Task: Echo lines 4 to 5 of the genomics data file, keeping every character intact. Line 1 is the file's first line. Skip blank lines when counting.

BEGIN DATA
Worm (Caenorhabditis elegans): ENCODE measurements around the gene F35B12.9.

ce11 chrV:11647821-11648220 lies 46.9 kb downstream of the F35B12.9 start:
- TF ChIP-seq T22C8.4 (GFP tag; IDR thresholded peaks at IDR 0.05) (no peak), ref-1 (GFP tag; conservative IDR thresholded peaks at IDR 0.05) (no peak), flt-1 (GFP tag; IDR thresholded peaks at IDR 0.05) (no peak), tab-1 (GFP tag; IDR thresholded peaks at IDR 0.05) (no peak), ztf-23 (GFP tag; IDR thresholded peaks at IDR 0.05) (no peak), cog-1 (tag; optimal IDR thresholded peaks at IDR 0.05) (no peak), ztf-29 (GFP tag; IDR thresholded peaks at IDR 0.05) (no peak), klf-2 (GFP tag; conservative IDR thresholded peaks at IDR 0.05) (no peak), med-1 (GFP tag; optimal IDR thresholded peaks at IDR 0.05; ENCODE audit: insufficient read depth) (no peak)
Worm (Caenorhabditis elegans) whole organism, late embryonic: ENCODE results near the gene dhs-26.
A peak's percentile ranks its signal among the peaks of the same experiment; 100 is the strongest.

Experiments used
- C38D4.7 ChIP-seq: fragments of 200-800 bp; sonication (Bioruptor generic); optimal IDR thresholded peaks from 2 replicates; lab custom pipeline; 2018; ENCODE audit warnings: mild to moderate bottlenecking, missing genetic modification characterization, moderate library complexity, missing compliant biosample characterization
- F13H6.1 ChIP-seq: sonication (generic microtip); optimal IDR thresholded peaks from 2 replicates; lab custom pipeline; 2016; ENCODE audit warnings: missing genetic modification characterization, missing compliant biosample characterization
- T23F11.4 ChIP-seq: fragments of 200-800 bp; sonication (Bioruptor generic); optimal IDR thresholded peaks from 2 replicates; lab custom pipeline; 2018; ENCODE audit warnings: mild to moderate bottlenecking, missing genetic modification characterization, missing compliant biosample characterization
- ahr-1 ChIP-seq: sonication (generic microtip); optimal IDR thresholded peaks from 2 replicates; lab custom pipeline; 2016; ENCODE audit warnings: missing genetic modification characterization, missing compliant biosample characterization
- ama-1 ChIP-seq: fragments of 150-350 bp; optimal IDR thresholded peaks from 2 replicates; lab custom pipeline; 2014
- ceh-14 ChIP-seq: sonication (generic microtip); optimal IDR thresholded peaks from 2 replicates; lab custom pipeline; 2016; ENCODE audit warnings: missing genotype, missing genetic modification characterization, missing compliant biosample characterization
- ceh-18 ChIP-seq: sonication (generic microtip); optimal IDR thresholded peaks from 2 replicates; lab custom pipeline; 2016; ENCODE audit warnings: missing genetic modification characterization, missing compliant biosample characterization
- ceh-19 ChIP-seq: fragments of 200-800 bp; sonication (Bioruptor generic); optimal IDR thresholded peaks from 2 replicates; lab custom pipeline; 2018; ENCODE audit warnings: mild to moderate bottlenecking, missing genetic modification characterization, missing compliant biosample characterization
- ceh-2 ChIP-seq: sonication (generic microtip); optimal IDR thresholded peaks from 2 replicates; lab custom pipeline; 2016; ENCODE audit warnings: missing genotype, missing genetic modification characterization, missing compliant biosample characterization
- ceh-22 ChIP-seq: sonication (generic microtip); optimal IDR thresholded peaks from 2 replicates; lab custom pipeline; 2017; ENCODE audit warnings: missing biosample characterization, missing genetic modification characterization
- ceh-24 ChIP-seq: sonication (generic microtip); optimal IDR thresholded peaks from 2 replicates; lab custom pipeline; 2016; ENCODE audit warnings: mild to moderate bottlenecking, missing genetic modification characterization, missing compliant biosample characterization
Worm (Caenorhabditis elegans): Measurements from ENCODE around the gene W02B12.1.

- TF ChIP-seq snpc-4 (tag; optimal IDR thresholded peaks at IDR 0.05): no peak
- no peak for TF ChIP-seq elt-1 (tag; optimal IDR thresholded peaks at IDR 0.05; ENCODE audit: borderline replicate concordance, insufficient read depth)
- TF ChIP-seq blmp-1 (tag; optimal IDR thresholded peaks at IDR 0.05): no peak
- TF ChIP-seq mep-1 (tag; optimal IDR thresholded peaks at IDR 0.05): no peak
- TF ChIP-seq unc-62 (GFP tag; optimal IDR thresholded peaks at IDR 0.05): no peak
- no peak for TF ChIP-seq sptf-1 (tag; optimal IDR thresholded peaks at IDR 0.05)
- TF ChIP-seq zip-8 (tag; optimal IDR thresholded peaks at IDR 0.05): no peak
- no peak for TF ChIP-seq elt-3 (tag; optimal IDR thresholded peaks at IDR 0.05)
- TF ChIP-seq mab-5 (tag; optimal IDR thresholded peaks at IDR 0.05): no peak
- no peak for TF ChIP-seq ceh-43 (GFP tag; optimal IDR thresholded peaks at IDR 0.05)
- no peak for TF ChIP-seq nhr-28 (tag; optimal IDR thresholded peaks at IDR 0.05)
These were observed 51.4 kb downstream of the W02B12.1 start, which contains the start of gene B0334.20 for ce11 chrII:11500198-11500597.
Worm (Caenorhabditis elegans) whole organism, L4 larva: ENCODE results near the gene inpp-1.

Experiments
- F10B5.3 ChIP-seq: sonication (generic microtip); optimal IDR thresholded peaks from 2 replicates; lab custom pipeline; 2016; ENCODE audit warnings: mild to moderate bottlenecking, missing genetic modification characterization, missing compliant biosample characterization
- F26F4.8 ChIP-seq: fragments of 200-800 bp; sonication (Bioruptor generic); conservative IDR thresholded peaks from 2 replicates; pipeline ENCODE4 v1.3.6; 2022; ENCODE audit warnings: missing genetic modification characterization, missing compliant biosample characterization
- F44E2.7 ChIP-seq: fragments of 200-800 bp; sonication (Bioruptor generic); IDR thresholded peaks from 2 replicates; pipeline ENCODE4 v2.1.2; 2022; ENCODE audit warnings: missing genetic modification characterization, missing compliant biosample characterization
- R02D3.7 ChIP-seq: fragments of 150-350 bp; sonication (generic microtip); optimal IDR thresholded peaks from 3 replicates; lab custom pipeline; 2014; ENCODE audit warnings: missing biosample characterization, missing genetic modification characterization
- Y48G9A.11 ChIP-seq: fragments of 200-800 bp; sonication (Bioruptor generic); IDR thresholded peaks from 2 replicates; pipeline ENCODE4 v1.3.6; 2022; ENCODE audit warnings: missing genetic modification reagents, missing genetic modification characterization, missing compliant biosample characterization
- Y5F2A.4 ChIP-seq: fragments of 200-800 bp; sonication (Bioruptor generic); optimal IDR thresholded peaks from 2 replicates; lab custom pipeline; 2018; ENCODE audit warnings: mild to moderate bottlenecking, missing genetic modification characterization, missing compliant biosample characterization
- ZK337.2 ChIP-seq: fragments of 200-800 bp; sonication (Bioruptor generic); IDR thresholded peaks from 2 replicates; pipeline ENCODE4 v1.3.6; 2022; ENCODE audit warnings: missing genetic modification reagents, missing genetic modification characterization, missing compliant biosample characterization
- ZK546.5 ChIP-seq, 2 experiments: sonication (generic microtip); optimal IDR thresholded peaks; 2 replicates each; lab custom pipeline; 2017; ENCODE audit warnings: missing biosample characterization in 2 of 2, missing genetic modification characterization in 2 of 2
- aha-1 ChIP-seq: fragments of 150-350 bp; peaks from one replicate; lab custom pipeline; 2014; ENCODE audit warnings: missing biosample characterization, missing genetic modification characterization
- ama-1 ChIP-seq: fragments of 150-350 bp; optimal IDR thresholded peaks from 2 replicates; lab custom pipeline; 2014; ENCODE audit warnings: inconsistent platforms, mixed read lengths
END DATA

Worm (Caenorhabditis elegans) whole organism, late embryonic: ENCODE results near the gene dhs-26.
A peak's percentile ranks its signal among the peaks of the same experiment; 100 is the strongest.